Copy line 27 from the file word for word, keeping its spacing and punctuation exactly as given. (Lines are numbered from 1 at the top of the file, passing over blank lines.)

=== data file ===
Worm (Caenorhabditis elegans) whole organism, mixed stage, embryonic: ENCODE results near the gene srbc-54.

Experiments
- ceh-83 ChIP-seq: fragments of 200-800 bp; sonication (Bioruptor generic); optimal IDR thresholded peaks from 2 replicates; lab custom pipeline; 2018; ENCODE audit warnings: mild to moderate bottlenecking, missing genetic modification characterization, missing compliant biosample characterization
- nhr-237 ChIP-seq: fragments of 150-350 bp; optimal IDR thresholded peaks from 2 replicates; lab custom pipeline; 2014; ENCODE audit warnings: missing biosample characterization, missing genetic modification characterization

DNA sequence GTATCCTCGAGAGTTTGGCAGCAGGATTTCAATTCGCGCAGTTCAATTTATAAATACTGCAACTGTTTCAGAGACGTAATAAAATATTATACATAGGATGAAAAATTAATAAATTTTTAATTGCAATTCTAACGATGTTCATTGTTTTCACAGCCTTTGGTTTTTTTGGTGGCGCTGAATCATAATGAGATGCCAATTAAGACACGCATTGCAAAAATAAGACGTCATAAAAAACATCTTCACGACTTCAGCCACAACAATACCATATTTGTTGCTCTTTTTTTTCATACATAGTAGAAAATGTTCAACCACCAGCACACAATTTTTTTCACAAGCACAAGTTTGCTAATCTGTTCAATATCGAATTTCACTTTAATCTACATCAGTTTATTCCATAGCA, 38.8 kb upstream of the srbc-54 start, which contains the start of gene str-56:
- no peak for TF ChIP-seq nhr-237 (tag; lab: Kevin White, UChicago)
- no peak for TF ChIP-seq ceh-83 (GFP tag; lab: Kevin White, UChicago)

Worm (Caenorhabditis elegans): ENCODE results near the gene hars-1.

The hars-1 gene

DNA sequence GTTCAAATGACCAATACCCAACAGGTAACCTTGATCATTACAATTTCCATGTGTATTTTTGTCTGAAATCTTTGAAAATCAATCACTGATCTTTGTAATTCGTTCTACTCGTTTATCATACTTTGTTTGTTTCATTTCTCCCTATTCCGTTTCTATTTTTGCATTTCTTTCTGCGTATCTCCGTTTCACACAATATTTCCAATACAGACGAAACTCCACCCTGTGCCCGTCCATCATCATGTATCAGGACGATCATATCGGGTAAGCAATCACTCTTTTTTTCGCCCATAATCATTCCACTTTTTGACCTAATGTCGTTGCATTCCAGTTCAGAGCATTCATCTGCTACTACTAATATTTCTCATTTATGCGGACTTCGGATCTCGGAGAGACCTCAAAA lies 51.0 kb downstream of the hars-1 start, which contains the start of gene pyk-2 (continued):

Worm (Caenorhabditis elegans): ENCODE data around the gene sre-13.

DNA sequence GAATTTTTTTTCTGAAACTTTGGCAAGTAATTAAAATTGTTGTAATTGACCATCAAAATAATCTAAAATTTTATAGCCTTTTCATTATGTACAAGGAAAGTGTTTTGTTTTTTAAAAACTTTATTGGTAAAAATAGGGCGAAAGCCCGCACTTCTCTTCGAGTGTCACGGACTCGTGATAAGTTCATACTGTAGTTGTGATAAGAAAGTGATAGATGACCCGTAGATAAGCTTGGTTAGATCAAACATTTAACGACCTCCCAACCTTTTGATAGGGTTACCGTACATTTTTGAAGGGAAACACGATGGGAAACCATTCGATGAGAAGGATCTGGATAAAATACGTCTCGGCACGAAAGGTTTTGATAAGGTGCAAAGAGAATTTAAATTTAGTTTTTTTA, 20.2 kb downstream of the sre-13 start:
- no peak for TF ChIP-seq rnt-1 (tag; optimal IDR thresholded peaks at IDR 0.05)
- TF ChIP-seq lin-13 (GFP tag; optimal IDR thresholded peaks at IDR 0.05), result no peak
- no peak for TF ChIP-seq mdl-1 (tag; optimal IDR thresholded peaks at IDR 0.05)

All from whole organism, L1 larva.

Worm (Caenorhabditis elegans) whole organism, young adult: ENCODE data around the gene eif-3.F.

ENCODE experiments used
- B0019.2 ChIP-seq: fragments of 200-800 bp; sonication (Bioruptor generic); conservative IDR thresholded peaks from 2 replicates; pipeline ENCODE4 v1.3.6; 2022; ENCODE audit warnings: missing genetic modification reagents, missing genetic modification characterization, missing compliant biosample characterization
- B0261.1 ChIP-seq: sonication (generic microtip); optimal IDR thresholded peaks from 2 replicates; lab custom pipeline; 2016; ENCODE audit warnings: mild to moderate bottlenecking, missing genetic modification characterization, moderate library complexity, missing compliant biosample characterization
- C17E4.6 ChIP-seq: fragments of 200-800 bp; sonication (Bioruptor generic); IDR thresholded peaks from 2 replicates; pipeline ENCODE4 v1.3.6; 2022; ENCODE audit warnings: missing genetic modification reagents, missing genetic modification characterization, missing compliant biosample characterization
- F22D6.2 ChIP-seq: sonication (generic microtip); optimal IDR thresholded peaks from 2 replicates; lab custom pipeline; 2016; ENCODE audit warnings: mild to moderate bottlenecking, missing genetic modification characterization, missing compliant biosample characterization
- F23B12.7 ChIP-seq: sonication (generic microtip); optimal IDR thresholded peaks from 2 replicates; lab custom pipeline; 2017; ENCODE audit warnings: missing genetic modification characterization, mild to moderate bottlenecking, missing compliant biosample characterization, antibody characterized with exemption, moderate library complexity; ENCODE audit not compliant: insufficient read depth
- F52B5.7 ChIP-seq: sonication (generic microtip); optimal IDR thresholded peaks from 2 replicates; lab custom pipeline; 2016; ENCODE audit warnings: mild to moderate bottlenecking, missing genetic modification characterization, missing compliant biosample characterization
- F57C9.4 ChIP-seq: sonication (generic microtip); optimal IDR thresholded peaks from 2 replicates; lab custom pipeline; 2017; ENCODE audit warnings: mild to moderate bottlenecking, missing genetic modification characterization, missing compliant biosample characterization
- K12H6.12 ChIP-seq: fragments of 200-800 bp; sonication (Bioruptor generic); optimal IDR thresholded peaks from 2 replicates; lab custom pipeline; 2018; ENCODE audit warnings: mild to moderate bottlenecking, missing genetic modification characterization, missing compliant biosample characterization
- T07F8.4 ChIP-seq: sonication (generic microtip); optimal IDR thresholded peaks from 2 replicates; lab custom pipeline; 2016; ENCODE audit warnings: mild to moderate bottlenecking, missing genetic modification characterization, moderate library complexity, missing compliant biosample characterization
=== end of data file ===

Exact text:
- T07F8.4 ChIP-seq: sonication (generic microtip); optimal IDR thresholded peaks from 2 replicates; lab custom pipeline; 2016; ENCODE audit warnings: mild to moderate bottlenecking, missing genetic modification characterization, moderate library complexity, missing compliant biosample characterization